Plus I have the wonderful task of reversing all of today's work before I get it towed up to my mechanic. Some days just suck.

Home Office Hazard 1


Remodeling Tales – How Many Ceilings?

Some of you are remodeling, renovating, or thinking about it. Some of you get disheartened when you open a wall, remove trim or discover that window will not open, because the (PO aka previous owner whom we all take on faith was an idiot)  needed to get rid of a 1/4lb. of 16 penny nails by driving them into the window and frame.

Be of good cheer, it is not that bad. Worse things have happened. Having spent almost 40 years  remodeling and building things, I have run across weird things.

Case in Point, How many Ceilings?

Years ago back in Minnesota, one of my compatriots in the remodeling game was Doug the Painter. Doug had the most unusual luck in finding clients. Doug only painted. He would call us for anything else.
There was a loose confederation of us. Kenny the chain smoking, marathon running electrician, Gary ‘Sewer Juice’ the drain specialist, Larry, the clumsy roofer,(who managed to fall off a roof at least once every season) and so on.

Doug calls me and says that he needs a quick ceiling done in a kitchen. Fine, I say. I arrive at the house armed with my bucket of tools and a tape measure. Upscale, large, expensive. 10′ high ceilings, plaster columns, crown moldings, and marble floors.  Doug takes me aside and asks me to not to laugh, as the missus is frazzled already as the cabinet installer has the dining room full of cabinets that can’t be installed because of the ceiling.

He introduces me to the client, and as we are walking toward the kitchen assures her that I am the guy to solve her problems, make the installer happy and let Doug paint.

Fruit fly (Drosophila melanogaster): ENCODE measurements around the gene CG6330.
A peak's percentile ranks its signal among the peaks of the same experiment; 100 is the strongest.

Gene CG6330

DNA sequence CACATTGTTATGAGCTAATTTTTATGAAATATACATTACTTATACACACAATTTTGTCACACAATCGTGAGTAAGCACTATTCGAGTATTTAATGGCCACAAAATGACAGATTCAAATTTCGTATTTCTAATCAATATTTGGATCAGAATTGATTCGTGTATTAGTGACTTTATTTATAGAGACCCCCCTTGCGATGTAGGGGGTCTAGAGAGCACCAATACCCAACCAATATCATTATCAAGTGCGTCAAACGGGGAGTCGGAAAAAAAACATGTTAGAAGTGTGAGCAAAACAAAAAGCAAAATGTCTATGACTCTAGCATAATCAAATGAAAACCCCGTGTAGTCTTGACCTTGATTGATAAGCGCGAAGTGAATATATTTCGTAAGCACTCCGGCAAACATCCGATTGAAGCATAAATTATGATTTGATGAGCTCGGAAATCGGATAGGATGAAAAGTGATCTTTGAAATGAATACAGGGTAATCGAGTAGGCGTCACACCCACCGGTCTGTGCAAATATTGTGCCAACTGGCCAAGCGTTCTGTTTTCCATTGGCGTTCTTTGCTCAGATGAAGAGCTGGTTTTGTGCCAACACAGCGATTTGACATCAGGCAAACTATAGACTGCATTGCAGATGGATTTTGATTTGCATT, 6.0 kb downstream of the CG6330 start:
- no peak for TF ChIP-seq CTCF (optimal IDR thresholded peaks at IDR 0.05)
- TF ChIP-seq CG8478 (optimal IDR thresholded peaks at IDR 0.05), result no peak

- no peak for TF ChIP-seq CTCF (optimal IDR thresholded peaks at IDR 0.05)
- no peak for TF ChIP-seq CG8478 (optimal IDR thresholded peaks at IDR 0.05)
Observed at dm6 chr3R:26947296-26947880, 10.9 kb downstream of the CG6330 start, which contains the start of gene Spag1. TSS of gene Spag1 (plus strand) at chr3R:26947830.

My first view of the kitchen through the doorway is of cartons of high end appliances, tarps, and muttering installers. I make it into the kitchen and look up. I start laughing.

The entire ceiling is covered with straw, barnyard straw, giving it that sort of hoe down ambiance, totally out of character with the rest of the house. But Wait! The best part which reduced me to snot running, gasping, laughter was the complete farm scene that had been glued upside down on the ceiling. That’s right, farm house, chicken coop, barn, barnyard animals, cows, pigs, chickens, pickup truck and tractors. We are talking a Green Acres diorama on this ceiling.  Like 60 animals hanging upside down on this ceiling. (this was not an uncommon ceiling treatment in minnesota in the 70’s. popcorn ceilings were just coming online)

Doug shoots me a look, and says “It Needs To Be Fixed”, and escorts the crumbling client from the room.

I finally stop laughing and look at the problem. Room is around 12×16 feet. Ceiling is just under 7′. I am thinking that I need to scrape the farm and straw off the ceiling, probably install some furring strips and hang and tape a ceiling. With speed set, three days tops.

But wait! Remember the cabinet installer? He needs 7’2” clear because of the 6” toe kicks on the cabinets which were custom built, the two wall mounted ovens, and the 48” range hood for the Vulcan Commercial 8 burner stove.

Okay I am thinking, since the rest of the house has 10′ ceilings, this room does too. Probably ran a false ceiling out of 2×4 or 6’s and attached their drywall. I get out my trusty keyhole saw and about a foot in from the corner begin to cut a small hole to confirm my thought. Saw goes in about an inch and gets stuck. I cut a 4×4 hole and see another ceiling. Ceiling#2 is those old 12” square interlocking ceiling tiles with all those little holes.   I cut my 4×4 hole to about a foot square, and take my utility knife and cut through the tile to discover the tile is on its own set of furring strips every 12” glued to another ceiling.

I scrape the tile out of the way and grab my keyhole saw and make another cut. Saw goes in about an inch and then stops. There is another ceiling! At this point, I am about 7′ 2” up. I am thinking that I can peel the straw ceiling, furring strips, the hole tile, it’s furring strips, and skim coat that ceiling. But the ceiling is beginning to vibrate as I cut. This tells me that something is suspended by something and not firmly attached to something. If it is bouncing this close to the corner I will never be able to hang drywall and sleep at night.

Enough of this crap I am thinking. I drag out my sawsall and start cutting through ceiling #3. I get about 4” and the sawsall sounds like it is hitting metal and the ceiling is starting to really vibrate. I stop to think about this for a moment. Did I hit a piece of metallic conduit? Is there a water or gas line? What the hell is up there?

Doug comes back and wants to know how much its gonna cost and how fast can I do it. I don’t know I tell him, and invite him to examine my excavation so far. Oh Shit! he says. Well open it up and lets see.